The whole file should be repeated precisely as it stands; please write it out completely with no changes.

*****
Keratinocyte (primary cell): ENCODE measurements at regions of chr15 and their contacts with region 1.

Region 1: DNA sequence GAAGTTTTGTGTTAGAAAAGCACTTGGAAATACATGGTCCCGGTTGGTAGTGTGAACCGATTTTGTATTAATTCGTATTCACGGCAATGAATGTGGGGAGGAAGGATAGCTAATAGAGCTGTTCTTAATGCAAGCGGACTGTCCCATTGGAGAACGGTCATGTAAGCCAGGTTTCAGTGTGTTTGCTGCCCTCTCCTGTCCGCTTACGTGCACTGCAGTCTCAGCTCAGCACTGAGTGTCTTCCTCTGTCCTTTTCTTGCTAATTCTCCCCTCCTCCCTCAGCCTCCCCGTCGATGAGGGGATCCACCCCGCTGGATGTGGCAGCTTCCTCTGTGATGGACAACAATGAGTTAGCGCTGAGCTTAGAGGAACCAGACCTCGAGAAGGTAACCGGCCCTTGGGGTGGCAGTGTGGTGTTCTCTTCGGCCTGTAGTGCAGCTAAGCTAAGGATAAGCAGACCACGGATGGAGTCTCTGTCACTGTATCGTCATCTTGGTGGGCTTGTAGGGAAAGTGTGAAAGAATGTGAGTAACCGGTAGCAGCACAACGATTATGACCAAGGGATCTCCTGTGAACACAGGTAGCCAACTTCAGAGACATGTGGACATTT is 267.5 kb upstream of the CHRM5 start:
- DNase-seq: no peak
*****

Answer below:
Keratinocyte (primary cell): ENCODE measurements at regions of chr15 and their contacts with region 1.

Region 1: DNA sequence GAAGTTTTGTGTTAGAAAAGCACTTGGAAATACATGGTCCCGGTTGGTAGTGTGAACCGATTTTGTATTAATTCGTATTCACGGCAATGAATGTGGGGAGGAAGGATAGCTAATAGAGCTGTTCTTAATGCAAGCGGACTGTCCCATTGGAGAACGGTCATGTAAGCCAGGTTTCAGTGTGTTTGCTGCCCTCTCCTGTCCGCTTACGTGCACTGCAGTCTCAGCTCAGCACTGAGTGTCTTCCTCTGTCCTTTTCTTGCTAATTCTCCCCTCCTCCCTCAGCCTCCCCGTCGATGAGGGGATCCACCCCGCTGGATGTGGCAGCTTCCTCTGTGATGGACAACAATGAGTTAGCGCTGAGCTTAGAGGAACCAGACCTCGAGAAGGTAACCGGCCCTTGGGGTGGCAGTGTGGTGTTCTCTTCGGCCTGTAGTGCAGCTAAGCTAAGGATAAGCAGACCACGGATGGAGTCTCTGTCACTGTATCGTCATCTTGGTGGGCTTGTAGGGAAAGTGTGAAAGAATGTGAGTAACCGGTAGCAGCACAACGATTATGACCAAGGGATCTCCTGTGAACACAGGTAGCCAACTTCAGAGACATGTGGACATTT is 267.5 kb upstream of the CHRM5 start:
- DNase-seq: no peak